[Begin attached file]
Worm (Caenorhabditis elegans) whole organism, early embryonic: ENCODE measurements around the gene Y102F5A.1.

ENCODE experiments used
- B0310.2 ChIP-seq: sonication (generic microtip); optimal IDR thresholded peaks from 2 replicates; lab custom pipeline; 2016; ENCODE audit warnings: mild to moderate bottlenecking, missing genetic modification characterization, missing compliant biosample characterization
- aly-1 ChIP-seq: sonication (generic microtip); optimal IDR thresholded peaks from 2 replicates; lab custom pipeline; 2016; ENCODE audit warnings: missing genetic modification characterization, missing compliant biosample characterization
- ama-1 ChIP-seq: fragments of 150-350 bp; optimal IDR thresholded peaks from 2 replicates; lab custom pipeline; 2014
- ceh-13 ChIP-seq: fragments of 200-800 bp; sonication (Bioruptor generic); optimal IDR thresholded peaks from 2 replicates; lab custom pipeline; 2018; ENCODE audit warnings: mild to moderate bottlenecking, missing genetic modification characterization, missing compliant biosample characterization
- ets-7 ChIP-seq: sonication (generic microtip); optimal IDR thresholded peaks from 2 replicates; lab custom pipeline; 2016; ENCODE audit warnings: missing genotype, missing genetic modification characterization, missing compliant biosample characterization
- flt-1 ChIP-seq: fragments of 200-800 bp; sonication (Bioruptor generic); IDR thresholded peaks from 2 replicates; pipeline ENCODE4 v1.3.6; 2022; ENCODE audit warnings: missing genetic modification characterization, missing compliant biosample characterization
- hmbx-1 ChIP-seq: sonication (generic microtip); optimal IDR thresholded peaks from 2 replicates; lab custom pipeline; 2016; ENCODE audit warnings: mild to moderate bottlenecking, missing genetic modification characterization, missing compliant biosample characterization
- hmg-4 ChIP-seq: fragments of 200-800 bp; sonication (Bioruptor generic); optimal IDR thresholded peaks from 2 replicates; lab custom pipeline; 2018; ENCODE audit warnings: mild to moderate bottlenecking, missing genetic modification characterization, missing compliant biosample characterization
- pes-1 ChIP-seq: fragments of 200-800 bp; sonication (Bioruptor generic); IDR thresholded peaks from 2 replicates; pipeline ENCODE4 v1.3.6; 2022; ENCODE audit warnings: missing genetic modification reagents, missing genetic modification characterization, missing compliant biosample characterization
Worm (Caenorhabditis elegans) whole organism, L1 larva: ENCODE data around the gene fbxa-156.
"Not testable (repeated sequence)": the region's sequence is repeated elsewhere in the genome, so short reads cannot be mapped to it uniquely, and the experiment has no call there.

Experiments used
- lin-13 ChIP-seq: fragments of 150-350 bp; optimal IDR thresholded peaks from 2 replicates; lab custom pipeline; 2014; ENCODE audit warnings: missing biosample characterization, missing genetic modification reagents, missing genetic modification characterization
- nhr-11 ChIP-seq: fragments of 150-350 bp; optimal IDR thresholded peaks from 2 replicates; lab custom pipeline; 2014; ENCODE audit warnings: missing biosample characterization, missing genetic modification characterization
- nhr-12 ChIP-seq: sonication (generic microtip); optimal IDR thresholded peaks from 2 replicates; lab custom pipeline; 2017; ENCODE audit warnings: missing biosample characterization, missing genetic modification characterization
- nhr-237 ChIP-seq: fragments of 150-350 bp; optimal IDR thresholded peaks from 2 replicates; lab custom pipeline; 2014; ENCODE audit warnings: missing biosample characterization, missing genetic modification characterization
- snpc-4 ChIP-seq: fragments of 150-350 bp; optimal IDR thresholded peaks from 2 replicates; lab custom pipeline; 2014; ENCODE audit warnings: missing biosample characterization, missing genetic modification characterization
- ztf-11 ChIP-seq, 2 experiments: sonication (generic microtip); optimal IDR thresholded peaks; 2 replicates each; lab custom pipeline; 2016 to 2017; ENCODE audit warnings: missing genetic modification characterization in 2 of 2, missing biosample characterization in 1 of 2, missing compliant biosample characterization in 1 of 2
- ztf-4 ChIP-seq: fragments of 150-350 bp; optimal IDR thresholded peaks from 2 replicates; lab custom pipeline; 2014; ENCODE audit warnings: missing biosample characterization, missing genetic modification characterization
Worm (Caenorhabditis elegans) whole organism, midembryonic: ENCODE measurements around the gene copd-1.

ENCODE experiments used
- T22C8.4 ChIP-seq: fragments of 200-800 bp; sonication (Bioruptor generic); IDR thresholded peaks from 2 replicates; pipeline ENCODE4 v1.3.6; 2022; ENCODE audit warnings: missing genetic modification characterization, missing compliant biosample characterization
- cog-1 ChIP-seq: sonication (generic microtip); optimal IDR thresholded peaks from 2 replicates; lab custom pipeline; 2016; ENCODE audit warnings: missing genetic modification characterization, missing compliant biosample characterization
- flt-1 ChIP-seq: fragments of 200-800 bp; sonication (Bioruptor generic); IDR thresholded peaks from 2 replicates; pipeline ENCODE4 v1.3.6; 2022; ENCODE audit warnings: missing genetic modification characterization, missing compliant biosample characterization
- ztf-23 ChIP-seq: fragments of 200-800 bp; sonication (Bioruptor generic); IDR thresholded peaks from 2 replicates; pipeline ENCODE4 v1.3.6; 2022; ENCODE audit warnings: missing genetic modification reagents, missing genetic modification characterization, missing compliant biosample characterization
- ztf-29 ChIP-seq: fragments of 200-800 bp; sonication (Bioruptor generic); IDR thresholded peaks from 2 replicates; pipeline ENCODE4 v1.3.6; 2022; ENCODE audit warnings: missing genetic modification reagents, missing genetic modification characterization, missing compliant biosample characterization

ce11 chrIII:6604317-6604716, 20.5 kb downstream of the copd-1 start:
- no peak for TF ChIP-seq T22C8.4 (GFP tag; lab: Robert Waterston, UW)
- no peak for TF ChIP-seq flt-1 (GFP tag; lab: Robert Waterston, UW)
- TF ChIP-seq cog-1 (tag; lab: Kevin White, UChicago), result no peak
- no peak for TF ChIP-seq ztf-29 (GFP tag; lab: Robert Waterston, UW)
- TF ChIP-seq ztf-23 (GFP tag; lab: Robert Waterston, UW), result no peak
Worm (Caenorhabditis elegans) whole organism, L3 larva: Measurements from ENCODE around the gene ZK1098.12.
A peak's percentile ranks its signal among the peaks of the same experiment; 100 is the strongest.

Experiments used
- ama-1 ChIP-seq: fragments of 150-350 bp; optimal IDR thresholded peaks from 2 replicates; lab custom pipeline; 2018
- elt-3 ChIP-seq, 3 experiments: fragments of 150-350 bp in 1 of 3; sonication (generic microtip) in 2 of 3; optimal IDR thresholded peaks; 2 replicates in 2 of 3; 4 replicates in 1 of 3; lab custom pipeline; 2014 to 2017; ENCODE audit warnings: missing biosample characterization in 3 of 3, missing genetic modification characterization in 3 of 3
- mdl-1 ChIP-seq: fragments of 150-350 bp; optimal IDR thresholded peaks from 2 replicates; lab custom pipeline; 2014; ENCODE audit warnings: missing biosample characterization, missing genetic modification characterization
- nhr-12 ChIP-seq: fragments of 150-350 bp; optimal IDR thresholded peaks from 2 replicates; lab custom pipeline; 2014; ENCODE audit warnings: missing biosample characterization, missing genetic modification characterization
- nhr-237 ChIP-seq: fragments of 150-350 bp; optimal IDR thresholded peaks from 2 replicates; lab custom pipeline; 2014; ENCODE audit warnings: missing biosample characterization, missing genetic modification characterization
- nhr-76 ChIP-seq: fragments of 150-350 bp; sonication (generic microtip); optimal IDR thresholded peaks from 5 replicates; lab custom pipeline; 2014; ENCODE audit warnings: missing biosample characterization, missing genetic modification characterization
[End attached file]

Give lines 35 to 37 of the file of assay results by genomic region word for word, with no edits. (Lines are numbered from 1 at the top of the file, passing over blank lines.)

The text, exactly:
Worm (Caenorhabditis elegans) whole organism, L3 larva: Measurements from ENCODE around the gene ZK1098.12.
A peak's percentile ranks its signal among the peaks of the same experiment; 100 is the strongest.

Experiments used